The Krannert Art Museum, Arboretum, Japan House, Spurlock Museum, and Krannert Center for the Performing Arts are some of the most well-known cultural attractions on the University of Illinois campus, but there also exists a lesser-known underbelly of university spaces that are just as fascinating. As a C-U area resident, U of I student, or just a visitor, these places can offer affordable (or free) and educational experiences, and may just be hiding in plain sight. Here are five humble suggestions for the curious Chambana resident.

Plant Biology Conservatory (1201 S. Dorner Drive, Urbana)

This conservatory on the south end of campus consists primarily of an immersive greenhouse room that sports tropical plant species and can be traversed by a small winding path. Other, smaller auxiliary rooms can be found just past the main conservatory, such as an arid biome room.

The Plant Biology Conservatory is open from 8:30 a.m. to 4:30 p.m. on weekdays. Admission is free; however, the conservatory is currently operating without funding, so any donations are encouraged and can be placed in the donations box near the doorway. Metered street parking is usually available on Dorner, Peabody, or in the lot to the north. The MTD 12 Teal, 8 Bronze, 21 Raven, and 13 Silver routes serve the conservatory.

Pollinatarium (606 W. Windsor Road, Urbana)

The Pollinatrium is as fascinating as it is easy to miss. This facility is only accessible by a gravel roadway that juts north of Windsor Road east of Lincoln Avenue. The roadway straddles a forest and farm until one happens upon an unassuming shack wrapped in a mural of insect life. Every piece of pollinator history can be found in its exhaustive exhibits, all relating to one of the planet’s most important beings, bees. Its grounds also allow visitors to walk through natural prairies and see pollinator gardens.

The Pollinatarium is open from 1:30 to 4:30 p.m. on Saturday, though visits can be made throughout the week by appointment. Admission is free, but a $1 donation is suggested to keep this place buzzing into the future. Parking is available on site.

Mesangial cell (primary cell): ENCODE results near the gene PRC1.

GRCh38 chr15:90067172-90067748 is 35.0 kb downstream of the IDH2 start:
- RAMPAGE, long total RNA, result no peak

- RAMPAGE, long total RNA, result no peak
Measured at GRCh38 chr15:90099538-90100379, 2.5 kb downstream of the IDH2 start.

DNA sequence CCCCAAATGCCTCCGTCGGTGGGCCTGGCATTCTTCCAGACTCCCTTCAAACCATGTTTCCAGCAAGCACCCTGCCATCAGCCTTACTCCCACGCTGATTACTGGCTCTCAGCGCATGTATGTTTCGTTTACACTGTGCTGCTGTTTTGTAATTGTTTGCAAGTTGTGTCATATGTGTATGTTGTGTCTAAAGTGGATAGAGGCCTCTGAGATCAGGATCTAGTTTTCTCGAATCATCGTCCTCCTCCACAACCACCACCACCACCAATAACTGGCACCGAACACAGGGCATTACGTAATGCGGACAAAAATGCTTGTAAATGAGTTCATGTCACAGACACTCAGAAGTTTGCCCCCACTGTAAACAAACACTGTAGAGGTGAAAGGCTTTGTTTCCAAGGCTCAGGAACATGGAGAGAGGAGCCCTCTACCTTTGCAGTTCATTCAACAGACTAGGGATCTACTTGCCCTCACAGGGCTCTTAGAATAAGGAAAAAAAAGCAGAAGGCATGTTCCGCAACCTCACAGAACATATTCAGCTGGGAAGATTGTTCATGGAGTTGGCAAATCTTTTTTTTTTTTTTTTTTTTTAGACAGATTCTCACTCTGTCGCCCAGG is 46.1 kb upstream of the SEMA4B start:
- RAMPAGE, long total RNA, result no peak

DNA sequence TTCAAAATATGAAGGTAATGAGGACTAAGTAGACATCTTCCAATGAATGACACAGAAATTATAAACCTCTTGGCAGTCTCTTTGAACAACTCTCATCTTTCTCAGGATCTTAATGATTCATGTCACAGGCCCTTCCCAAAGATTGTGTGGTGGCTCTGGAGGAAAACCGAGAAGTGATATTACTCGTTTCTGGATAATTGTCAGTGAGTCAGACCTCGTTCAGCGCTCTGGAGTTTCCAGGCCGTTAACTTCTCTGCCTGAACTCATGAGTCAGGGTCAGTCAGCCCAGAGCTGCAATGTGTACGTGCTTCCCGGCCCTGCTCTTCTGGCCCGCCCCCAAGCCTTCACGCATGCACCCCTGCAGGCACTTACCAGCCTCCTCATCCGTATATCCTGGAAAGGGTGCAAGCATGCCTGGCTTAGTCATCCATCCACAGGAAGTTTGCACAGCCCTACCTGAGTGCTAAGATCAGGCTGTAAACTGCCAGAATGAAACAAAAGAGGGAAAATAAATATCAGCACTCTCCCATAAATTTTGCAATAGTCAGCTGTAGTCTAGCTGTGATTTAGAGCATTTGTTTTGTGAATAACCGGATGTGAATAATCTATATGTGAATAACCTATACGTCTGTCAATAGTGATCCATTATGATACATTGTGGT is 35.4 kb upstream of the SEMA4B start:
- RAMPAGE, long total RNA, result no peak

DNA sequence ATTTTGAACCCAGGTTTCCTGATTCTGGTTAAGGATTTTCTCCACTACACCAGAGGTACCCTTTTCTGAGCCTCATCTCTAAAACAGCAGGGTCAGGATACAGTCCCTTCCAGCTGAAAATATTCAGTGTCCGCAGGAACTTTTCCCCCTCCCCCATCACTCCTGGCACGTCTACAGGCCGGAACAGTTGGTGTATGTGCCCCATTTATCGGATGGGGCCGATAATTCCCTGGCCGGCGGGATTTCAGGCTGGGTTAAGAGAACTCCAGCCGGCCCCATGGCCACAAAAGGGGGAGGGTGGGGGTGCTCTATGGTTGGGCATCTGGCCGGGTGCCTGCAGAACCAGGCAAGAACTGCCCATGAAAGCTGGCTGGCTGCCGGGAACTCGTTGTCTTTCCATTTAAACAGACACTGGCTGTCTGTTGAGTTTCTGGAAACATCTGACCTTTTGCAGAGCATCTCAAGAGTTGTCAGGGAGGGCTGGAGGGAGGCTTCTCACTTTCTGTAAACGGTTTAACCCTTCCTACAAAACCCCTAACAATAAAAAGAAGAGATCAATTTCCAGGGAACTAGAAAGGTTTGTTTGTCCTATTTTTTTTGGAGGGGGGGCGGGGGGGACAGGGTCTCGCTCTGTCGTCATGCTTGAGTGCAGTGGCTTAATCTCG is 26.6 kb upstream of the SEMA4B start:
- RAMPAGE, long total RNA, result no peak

Sousa Archives & Center for American Music (1103 S. Sixth Street, Champaign)

Located in the Harding Band Building, SACAM, functions both as a small museum and research center into the history of music. Artifacts and documents throughout the vast history of American music are stored in the facility. Those seeking to do research or seeking a guided tour should make an appointment.

SACAM is open from 9 a.m to noon and 1 p.m. to 5 p.m. on Mondays, Tuesdays, Thursdays, and Fridays. It opens one hour later at 10 a.m. on Wednesdays. Admission is free. Metered parking is available at lot E3 and on Sixth between Peabody and Gregory, but spaces may be scarce during the day. Alternatively, the MTD serves this building excellently; it is accessible via the 13 Silver, 4 Blue, 10 Gold, 1 Yellow, 9 Brown, 21 Raven, 22 Illini, 8 Bronze, and certain trips on the 5 Green.

Photo by Andrew Dunham

Temple Hoyne Buell Hall (611 Lorado Taft Drive, Champaign)

Exhibitions ebb and flow in this building, which is solely an academic building. The naturally-lit grand atrium and the west wing of the first floor usually contain some displays from architecture students, usually proposals for something local, like a market building in downtown Champaign or a riverfront park in Danville. Displays vary based on schedules of classes, but these remain available throughout the day.

The building is open to the public from as early as 8 a.m. to as late as 8 p.m. on most weekdays and weekends. Other displays may be in the western wing of the Architecture Building’s (608 Lorado Taft Drive) first floor. Admission is free, but it is important to remember that there are students working in this building. Metered parking is available on Pennsylvania and Peabody. MTD’s 13 Silver, 4 Blue, 10 Gold, 21 Raven, 22 Illini, and 8 Bronze serve areas adjacent to the building.

Natural Resources Building (607 E. Peabody Drive, Champaign)

The Natural Resources Building is primarily an office and academic building. It is home to the Prairie Research Institute, which conducts environmental and geological samples and studies throughout the state. However, its first floor is an anomaly among academic buildings, as it contains intricate architectural detail, ample displays of rocks throughout the state, and fascinating maps and geological samples.

The building is open from 8:30 a.m. to 5 p.m. on weekdays. Admission is free, but it is important to remember that there are people at work in the building. Metered parking is available on Peabody and Pennsylvania. MTD’s 13 Silver, 4 Blue, 21 Raven, and 8 Bronze serve areas adjacent to the building.

Except where stated otherwise, photos from University of Illinois websites.